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-   -   How do I edit start up applications when I can't log in? (http://www.linuxquestions.org/questions/linux-desktop-74/how-do-i-edit-start-up-applications-when-i-cant-log-in-4175483379/)

Petux 11-04-2013 03:37 PM

How do I edit start up applications when I can't log in?
 
Hi,

New here at LQ, so hope I'm posting this in the right place!

Have just installed Mint 15 Cinnemon. Decided I would like the XFCE dock down the right side of my screen for quick icon access. Downloaded and installed and was able to successfully run from the terminal. But once terminal was closed the dock closed with it.

So went to start up applications and added the command to start it up (xfce4-panel). On logging out and trying to log in I get nothing but a mouse pointer and a black screen!

So how and where and which config files do I edit to reverse this situation. I'm guessing if I use the install disk I can use that to find my way round the installed system, but not sure how I would be sure I have permissions to do any editing with.

If anyone can help - or point me to any posts regarding this I'd be most obliged. Thank you!

sag47 11-04-2013 08:17 PM

On the live disk you would have the same permissions as your running system. e.g. if you use root on the live disk then you'll have root access to your system and can edit any configuration file. I don't know what you changed on your system but if you remember it can be undone using the same reverse process from the live disk. This goes for any flavor of Linux live CD and not just mint.

Petux 11-05-2013 02:55 PM

Hi sag47,

Many thanks for the reply. Think I may have found that accidentally! As it was a fairly recently installed system I decided to just blow away the install and start again. I had spent a fair bit of time setting the system up and didn't want to go through that again, but decided to do it anyway!

To my suprise when I started up the system for the first time afterwards I found that it had saved all my settings (although I did have to re-install a number of apps) but all my hard work remained. :D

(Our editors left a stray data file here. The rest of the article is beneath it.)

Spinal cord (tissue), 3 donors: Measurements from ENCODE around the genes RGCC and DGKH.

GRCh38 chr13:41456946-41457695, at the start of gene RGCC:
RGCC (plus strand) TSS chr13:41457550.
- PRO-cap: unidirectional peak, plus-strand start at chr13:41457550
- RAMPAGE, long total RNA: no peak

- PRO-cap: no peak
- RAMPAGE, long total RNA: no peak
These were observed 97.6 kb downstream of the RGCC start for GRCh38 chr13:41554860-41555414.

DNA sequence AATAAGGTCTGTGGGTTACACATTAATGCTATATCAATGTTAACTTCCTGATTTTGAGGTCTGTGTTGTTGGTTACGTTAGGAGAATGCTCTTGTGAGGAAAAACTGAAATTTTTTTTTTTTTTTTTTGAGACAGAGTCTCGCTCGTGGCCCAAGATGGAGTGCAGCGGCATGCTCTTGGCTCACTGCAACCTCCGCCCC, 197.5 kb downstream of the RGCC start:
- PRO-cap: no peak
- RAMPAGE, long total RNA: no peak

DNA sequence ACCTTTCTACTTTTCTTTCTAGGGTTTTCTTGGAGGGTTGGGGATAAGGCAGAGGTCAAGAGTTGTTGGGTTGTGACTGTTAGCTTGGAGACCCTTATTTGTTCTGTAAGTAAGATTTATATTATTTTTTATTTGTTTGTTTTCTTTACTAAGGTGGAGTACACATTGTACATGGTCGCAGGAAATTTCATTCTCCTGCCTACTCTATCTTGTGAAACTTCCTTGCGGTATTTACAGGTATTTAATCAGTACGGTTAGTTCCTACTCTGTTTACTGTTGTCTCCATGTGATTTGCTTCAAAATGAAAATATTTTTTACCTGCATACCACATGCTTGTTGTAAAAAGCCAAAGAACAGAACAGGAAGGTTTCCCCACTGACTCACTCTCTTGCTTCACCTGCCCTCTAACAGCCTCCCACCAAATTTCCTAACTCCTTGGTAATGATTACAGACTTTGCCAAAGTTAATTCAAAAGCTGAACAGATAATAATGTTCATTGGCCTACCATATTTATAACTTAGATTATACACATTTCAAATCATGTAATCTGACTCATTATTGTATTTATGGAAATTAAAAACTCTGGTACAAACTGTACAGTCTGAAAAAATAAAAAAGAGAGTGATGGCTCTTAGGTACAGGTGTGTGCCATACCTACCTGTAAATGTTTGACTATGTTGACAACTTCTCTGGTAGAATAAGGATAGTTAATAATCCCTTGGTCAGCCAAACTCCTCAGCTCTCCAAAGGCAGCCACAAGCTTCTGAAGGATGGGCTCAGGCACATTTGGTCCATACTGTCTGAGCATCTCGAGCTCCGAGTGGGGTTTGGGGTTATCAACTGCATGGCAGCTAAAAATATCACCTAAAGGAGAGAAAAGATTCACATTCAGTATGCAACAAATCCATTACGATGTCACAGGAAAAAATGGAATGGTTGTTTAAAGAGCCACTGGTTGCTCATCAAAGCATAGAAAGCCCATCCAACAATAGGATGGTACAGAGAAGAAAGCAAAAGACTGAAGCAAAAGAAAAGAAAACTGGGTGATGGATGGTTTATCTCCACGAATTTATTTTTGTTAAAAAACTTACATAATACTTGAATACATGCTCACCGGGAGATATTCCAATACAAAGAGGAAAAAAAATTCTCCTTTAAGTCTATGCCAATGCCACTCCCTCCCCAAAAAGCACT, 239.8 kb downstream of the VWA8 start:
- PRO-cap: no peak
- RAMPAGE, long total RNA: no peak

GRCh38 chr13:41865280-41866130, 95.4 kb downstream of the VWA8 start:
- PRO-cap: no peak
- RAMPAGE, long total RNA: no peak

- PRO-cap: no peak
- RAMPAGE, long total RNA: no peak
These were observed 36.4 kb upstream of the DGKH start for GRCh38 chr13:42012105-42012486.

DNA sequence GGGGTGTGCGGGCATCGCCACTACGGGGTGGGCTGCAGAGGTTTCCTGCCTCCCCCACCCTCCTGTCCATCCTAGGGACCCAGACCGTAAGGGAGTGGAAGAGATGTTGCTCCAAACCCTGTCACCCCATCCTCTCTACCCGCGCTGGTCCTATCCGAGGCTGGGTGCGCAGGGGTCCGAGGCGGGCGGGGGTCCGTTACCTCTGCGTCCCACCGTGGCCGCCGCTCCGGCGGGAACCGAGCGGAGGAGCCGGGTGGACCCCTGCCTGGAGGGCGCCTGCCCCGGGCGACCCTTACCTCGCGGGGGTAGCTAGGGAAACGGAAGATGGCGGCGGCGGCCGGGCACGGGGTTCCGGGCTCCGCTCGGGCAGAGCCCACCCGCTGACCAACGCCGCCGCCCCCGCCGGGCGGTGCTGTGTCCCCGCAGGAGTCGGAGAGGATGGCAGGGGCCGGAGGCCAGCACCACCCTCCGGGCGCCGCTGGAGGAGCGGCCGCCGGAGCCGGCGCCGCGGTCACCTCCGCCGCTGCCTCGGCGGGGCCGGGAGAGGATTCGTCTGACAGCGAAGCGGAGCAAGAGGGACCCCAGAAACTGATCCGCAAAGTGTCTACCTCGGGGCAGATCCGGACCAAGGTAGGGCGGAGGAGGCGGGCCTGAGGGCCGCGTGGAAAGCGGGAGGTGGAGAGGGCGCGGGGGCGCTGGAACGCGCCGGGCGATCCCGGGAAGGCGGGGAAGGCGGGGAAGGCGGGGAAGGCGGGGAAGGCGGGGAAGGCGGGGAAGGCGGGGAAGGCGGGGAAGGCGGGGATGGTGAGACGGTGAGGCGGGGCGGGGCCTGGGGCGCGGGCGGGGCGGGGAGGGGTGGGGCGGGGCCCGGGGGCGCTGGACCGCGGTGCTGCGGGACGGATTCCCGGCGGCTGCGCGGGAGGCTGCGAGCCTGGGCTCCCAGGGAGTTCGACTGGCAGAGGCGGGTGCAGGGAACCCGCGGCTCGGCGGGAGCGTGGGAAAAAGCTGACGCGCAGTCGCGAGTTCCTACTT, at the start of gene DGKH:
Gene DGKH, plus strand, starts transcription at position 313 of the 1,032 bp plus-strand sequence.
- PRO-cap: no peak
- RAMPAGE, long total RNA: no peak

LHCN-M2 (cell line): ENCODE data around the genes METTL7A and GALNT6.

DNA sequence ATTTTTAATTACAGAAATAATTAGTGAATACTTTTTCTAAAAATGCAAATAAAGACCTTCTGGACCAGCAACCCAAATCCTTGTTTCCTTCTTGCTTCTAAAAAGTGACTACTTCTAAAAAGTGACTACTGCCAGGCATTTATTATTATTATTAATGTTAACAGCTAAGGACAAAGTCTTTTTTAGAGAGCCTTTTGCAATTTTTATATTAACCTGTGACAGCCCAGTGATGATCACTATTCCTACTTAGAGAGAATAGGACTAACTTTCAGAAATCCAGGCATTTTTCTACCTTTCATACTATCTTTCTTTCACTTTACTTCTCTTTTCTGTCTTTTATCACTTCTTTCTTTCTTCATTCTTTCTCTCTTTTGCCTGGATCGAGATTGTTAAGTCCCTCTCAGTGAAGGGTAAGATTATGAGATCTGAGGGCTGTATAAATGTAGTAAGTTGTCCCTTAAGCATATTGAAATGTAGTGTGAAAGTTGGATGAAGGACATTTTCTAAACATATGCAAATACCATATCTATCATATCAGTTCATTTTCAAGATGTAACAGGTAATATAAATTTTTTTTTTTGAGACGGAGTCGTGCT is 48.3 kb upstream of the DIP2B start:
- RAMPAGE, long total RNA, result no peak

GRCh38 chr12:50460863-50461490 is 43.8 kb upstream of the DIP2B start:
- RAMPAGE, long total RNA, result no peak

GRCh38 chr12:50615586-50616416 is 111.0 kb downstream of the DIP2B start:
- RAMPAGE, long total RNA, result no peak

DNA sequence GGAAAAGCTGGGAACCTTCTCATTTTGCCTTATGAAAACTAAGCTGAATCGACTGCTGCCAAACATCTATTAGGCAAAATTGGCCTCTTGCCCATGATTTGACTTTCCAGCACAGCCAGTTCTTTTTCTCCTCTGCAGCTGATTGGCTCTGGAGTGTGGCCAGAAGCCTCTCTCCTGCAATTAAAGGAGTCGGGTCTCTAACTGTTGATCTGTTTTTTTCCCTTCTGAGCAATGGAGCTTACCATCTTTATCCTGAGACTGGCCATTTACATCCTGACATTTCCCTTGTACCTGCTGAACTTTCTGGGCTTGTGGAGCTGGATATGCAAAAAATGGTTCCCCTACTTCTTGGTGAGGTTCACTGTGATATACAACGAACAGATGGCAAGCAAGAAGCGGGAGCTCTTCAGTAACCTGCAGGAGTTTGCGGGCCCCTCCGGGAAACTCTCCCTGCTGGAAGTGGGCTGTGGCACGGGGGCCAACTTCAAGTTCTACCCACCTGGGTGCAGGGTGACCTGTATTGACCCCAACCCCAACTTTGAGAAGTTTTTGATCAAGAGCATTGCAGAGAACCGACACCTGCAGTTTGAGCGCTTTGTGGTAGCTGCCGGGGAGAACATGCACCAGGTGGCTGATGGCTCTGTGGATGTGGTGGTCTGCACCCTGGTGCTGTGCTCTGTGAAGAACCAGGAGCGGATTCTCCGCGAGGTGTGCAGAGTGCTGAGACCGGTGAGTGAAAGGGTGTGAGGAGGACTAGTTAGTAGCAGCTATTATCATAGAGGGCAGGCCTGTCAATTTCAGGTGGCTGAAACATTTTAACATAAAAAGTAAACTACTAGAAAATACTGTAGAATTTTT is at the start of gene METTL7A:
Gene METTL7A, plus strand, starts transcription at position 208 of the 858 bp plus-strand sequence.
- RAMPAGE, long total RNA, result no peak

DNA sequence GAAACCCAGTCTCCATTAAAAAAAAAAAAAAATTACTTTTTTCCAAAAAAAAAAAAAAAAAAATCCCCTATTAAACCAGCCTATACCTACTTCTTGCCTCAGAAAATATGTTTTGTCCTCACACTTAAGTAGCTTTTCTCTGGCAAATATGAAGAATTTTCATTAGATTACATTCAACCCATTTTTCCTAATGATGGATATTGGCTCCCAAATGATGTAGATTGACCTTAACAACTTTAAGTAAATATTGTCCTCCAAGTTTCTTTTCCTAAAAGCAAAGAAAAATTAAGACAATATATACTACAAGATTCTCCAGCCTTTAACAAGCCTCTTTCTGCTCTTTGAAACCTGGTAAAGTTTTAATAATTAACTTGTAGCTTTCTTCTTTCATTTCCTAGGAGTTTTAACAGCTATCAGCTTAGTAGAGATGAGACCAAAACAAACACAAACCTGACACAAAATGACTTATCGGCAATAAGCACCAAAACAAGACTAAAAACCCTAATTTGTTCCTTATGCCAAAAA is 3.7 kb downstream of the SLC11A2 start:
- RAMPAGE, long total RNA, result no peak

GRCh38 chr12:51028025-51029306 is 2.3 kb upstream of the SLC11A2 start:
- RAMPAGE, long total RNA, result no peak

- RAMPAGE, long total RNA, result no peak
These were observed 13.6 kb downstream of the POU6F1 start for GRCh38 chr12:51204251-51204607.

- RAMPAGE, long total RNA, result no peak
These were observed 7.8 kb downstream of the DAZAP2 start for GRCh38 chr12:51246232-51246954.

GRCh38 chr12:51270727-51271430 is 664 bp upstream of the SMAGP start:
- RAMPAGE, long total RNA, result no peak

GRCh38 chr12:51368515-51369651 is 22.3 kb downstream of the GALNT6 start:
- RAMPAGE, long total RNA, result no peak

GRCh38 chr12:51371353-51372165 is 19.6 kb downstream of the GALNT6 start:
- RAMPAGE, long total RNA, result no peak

If I had read your post before I did that I think I could have saved even more time as I didn't realise that running the disk and changing settings in that would transfer to my main system. So a big thank you for that.

Cheers,

Petux

fenario 11-22-2013 01:40 AM

Using a Puppy-Linux live disk you don't need permissions to change things. I call it "the pirate" as it just does what it (you) wants.

zhjim 11-22-2013 01:49 AM

Quote:

Originally Posted by Petux (Post 5058891)
If I had read your post before I did that I think I could have saved even more time as I didn't realise that running the disk and changing settings in that would transfer to my main system. So a big thank you for that.

Maybe I dont get it right what you got from sag47's post. Just to clear things.
When booting from the live cd you can accesses your installed system on hard disk. But working with only the live cd will not automaticaly change your installed system.

Think of the live cd more of a rescue crew that helps a fallen comrad back up :) Though they do stuff to/with him to achieve that. Just standing next to him will not save him.

fenario 11-22-2013 02:31 AM

To get back to the original questions (in case other users have a similar issue)
autostart applications are in a hidden folder; .config/autostart in your home folder (~/.config/autostart/)
the format is .desktop a textfile
you can start with opening a text editor
then navigate to the above mentioned folder
and open the file you created to modify it
or use a file browser and wipe out the offending file,
xfce4-panel.desktop as in your case
because it is in your homefolder you won't need super-user permission
that should do it


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